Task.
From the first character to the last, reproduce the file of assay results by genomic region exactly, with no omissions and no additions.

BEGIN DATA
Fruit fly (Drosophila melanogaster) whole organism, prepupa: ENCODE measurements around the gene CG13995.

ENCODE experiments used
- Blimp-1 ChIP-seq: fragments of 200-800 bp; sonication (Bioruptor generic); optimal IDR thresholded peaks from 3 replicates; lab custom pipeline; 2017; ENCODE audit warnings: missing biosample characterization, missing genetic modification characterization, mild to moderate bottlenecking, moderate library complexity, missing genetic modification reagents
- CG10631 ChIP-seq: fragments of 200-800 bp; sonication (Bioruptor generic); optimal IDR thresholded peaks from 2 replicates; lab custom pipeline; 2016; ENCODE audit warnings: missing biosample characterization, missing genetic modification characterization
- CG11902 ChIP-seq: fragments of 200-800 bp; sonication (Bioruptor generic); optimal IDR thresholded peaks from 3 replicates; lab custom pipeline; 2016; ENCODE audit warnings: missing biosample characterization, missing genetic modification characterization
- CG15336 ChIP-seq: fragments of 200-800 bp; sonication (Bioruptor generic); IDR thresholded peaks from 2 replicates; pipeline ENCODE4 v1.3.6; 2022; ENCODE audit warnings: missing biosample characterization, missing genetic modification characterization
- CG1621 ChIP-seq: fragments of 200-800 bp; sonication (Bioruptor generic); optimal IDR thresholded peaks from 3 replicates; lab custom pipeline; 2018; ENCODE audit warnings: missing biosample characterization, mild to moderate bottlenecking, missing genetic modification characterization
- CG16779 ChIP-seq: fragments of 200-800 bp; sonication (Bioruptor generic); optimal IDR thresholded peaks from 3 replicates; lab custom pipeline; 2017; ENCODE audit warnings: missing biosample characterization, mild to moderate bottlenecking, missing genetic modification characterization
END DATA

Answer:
Fruit fly (Drosophila melanogaster) whole organism, prepupa: ENCODE measurements around the gene CG13995.

ENCODE experiments used
- Blimp-1 ChIP-seq: fragments of 200-800 bp; sonication (Bioruptor generic); optimal IDR thresholded peaks from 3 replicates; lab custom pipeline; 2017; ENCODE audit warnings: missing biosample characterization, missing genetic modification characterization, mild to moderate bottlenecking, moderate library complexity, missing genetic modification reagents
- CG10631 ChIP-seq: fragments of 200-800 bp; sonication (Bioruptor generic); optimal IDR thresholded peaks from 2 replicates; lab custom pipeline; 2016; ENCODE audit warnings: missing biosample characterization, missing genetic modification characterization
- CG11902 ChIP-seq: fragments of 200-800 bp; sonication (Bioruptor generic); optimal IDR thresholded peaks from 3 replicates; lab custom pipeline; 2016; ENCODE audit warnings: missing biosample characterization, missing genetic modification characterization
- CG15336 ChIP-seq: fragments of 200-800 bp; sonication (Bioruptor generic); IDR thresholded peaks from 2 replicates; pipeline ENCODE4 v1.3.6; 2022; ENCODE audit warnings: missing biosample characterization, missing genetic modification characterization
- CG1621 ChIP-seq: fragments of 200-800 bp; sonication (Bioruptor generic); optimal IDR thresholded peaks from 3 replicates; lab custom pipeline; 2018; ENCODE audit warnings: missing biosample characterization, mild to moderate bottlenecking, missing genetic modification characterization
- CG16779 ChIP-seq: fragments of 200-800 bp; sonication (Bioruptor generic); optimal IDR thresholded peaks from 3 replicates; lab custom pipeline; 2017; ENCODE audit warnings: missing biosample characterization, mild to moderate bottlenecking, missing genetic modification characterization